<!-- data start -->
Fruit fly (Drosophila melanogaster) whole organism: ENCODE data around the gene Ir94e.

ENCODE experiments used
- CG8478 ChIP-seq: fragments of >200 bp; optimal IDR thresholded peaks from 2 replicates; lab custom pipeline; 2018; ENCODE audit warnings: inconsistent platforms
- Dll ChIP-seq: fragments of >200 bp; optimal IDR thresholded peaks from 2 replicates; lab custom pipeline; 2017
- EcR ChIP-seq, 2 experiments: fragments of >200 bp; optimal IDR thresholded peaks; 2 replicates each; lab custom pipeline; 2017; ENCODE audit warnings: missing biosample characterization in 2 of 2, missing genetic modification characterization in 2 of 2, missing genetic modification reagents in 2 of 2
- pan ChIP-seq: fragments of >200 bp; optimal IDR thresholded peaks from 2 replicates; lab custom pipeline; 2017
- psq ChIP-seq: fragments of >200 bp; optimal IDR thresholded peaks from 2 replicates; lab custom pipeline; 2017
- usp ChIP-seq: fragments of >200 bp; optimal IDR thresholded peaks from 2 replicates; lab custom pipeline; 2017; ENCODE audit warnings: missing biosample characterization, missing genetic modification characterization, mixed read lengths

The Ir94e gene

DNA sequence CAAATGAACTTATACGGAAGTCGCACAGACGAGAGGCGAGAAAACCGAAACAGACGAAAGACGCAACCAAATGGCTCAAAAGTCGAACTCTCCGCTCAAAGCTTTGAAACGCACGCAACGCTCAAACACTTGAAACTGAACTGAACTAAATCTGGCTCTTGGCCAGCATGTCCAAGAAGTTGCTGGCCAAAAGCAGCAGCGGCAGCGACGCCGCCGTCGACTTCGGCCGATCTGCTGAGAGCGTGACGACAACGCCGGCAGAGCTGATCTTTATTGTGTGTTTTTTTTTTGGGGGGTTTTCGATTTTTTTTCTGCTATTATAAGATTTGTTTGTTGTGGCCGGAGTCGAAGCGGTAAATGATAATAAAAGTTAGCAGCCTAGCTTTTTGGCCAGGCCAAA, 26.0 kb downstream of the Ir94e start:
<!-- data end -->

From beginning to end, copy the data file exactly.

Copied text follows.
Fruit fly (Drosophila melanogaster) whole organism: ENCODE data around the gene Ir94e.

ENCODE experiments used
- CG8478 ChIP-seq: fragments of >200 bp; optimal IDR thresholded peaks from 2 replicates; lab custom pipeline; 2018; ENCODE audit warnings: inconsistent platforms
- Dll ChIP-seq: fragments of >200 bp; optimal IDR thresholded peaks from 2 replicates; lab custom pipeline; 2017
- EcR ChIP-seq, 2 experiments: fragments of >200 bp; optimal IDR thresholded peaks; 2 replicates each; lab custom pipeline; 2017; ENCODE audit warnings: missing biosample characterization in 2 of 2, missing genetic modification characterization in 2 of 2, missing genetic modification reagents in 2 of 2
- pan ChIP-seq: fragments of >200 bp; optimal IDR thresholded peaks from 2 replicates; lab custom pipeline; 2017
- psq ChIP-seq: fragments of >200 bp; optimal IDR thresholded peaks from 2 replicates; lab custom pipeline; 2017
- usp ChIP-seq: fragments of >200 bp; optimal IDR thresholded peaks from 2 replicates; lab custom pipeline; 2017; ENCODE audit warnings: missing biosample characterization, missing genetic modification characterization, mixed read lengths

The Ir94e gene

DNA sequence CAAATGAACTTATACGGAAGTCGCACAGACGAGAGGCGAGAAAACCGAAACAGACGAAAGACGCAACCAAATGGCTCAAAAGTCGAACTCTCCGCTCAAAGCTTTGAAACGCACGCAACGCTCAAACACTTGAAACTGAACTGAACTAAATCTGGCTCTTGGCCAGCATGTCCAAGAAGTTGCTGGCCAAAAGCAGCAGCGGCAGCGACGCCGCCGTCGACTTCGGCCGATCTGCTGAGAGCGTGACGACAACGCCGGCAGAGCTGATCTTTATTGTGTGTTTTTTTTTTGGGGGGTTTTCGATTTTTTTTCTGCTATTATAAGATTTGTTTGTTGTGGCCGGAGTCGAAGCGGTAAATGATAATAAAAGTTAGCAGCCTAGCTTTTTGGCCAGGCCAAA, 26.0 kb downstream of the Ir94e start: